The toilets were actually real toilets. But of course no plumbing so we were given another bucket with a cup in it to use it to flush. No problem. We all brought our own toilet paper. Perfect. However…us gals had kept having to clean the toilet everytime we went in the bathroom. There would be feces and urine all over the seat? And no flushing. So us American gals knew it wasn’t eachother.  We just didn’t know what was going on and then we discovered why. While in the city we went to an American type food court. One of our team walked into the bathroom. The local gals just walk in the stall, they keep the door wide open, hover over the seat and do their business…shake their fanny over the pot ( instead of using TP) and pull down their skirts. Mystery solved as to the smells and why the seats are always dirty…and why they didn’t ever use our TP.

Getting back to the stark reality of the village.

B the time we had arrived there I had a thick layer of filth on me. sweating all day hopping around in the back of the truck. when I say filth I mean filth…and we couldn’t actually take a shower yet. In fact I didn’t get to take a shower for 3 days. Yeah 3 days. I am shocked I didn’t have a nest of something yucky in my hair.

I was not feeling well. I was struggling with eating and drinking. the food was actually good. But I just couldn’t bring myself to eat. which I think upset our host. She kept asking what I wanted to eat and she would accommodate me. It had nothing to do with her cooking but my body was not cooperating. That night laying on my cot I was struggling with keeping it all in. I started puking bile. I was to scared to walk to the I tried swallowing it as bad as that sounds..then it just kept coming up. So I sat in the doorway of our room and spit it out. Fear has a way of making you do things you wouldn’t normally consider.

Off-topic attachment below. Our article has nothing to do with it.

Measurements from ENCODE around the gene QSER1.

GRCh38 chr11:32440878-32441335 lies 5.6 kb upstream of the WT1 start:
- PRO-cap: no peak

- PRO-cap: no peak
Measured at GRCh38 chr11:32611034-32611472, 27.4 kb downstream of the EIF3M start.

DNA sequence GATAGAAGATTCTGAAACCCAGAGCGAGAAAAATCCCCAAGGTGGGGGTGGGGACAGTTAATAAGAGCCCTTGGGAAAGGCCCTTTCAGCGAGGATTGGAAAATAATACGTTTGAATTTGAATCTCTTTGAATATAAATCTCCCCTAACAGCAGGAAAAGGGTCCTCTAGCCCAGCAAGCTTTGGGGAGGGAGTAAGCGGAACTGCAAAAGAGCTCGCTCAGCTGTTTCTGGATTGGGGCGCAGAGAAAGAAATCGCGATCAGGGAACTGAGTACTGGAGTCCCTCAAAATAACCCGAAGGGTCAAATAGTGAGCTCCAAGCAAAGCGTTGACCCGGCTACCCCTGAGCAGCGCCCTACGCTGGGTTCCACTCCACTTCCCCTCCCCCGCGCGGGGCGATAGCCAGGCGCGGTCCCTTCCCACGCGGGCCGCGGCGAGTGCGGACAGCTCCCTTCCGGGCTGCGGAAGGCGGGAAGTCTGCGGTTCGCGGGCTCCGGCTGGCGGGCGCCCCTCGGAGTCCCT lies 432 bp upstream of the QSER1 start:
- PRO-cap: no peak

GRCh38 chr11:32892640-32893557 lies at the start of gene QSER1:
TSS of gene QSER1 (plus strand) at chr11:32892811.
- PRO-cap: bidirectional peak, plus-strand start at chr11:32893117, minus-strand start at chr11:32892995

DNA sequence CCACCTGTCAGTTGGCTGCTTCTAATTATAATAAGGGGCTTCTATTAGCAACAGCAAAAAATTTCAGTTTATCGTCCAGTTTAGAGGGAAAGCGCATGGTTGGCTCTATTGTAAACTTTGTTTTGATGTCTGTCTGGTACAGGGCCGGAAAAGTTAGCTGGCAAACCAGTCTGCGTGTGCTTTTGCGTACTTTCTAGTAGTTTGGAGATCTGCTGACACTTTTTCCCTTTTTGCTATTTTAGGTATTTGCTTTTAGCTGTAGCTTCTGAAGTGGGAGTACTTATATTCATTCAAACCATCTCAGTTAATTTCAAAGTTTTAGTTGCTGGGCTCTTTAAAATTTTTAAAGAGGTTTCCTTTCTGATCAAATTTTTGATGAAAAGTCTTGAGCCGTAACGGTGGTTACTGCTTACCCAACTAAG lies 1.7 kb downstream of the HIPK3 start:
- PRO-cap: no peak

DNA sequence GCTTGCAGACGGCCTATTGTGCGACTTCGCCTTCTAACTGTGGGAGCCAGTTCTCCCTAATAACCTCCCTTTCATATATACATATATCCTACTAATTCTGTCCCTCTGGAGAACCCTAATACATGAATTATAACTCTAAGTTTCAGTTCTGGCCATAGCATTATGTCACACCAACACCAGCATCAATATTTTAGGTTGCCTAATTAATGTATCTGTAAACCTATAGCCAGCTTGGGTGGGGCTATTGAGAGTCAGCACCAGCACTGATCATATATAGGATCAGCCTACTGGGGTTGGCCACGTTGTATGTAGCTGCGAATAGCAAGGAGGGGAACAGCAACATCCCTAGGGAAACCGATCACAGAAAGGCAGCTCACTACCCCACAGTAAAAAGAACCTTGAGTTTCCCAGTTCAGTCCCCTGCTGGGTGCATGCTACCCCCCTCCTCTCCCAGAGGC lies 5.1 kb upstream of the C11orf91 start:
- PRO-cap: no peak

I decided to go without mosquito net cause I just couldn’t breathe..adn if I had to get up again I didn’t want any restrictions. Well during the night Susan one of my team mates. turned on her light and starting brushing her net. Something had fallen on her head…so she was trying to brush it away. Then I heard a thud. She had hit something with her water bottle. I was afraid to ask what it was..I was thinking it was a rat….cause we could hear all sorts of creatures all around us..and there were plenty of rats, lizards and bats. So I finally asked she told me…she thought she had killed it…I immediately put my net back over my bed…good grief! I was so thankful it hadn’t fallen on me….I didn’t risk that again. The next morning we found out it was not dead. IN fact it had crawled back up the wall it was about 6-8 inches…tons of legs and a really thick worm like body…creepers! The guys killed it for us.

SO that was our first night in the village.